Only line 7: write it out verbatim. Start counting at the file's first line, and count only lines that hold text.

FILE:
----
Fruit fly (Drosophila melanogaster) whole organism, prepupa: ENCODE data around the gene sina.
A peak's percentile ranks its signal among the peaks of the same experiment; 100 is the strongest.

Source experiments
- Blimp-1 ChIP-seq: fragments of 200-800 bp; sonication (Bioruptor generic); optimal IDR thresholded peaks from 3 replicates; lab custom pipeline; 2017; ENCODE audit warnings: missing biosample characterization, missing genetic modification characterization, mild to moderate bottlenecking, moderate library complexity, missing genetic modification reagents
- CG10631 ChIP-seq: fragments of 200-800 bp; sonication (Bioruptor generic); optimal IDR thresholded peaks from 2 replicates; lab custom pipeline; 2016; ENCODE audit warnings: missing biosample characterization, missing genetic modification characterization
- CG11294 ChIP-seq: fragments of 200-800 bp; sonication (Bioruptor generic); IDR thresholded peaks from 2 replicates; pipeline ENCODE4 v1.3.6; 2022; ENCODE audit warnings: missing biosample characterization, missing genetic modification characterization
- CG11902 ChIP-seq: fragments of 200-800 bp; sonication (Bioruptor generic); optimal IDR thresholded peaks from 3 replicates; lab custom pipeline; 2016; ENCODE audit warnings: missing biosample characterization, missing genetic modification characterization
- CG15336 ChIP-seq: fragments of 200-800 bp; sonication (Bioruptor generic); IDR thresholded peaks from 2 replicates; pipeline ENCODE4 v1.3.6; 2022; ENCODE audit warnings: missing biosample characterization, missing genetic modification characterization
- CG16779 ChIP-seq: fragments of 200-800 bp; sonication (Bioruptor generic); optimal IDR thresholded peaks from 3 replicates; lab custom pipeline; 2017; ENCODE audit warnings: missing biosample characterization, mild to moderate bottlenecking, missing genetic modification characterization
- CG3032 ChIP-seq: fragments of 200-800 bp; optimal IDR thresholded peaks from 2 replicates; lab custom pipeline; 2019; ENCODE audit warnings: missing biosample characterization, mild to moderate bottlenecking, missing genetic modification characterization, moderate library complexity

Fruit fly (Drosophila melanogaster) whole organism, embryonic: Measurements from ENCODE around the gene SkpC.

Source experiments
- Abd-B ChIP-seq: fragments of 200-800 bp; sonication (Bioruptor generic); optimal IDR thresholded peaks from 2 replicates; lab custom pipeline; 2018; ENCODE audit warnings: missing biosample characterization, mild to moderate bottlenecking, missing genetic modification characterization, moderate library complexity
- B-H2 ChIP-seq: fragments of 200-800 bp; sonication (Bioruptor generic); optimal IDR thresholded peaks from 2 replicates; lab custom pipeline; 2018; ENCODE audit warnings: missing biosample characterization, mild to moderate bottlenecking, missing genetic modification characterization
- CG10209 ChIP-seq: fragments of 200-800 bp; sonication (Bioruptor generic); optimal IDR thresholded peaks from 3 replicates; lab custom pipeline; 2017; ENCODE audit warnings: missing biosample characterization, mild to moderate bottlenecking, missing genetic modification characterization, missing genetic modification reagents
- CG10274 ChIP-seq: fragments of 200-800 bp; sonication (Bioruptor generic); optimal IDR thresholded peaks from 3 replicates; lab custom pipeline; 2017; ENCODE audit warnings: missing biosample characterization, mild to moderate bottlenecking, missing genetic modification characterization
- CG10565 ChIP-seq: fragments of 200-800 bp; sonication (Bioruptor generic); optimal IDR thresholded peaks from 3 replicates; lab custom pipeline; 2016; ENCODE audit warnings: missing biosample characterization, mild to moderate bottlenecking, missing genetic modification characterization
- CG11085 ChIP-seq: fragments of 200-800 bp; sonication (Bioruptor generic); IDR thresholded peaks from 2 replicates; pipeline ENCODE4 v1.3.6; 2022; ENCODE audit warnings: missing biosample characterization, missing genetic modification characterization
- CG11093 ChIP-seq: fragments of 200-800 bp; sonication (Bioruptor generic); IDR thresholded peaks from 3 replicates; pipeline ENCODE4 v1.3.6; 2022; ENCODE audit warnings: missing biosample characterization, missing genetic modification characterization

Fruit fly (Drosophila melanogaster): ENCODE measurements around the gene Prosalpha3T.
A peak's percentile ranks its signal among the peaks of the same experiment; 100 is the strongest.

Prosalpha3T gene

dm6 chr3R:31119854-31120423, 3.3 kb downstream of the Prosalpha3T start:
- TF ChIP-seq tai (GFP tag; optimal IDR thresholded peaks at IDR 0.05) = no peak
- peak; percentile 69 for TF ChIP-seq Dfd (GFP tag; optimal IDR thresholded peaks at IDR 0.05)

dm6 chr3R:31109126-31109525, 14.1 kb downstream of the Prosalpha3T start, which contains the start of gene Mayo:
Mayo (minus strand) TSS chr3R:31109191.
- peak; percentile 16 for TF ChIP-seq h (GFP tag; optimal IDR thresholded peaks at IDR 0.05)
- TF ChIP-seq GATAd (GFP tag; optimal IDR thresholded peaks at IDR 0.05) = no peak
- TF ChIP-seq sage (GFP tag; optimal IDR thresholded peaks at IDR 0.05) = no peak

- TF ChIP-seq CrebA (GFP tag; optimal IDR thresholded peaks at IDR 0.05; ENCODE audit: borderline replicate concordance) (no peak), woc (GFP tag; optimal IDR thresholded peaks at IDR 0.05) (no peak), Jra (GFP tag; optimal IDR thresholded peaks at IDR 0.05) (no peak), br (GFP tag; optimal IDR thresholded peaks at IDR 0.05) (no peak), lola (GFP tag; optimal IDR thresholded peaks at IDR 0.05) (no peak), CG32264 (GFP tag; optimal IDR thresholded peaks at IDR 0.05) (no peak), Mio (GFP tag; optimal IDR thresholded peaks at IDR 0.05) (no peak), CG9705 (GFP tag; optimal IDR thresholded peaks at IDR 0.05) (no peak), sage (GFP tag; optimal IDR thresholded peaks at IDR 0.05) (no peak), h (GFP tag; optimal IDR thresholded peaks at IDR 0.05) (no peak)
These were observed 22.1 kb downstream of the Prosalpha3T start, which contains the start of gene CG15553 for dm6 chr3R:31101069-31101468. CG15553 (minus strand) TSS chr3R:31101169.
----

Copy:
- CG11902 ChIP-seq: fragments of 200-800 bp; sonication (Bioruptor generic); optimal IDR thresholded peaks from 3 replicates; lab custom pipeline; 2016; ENCODE audit warnings: missing biosample characterization, missing genetic modification characterization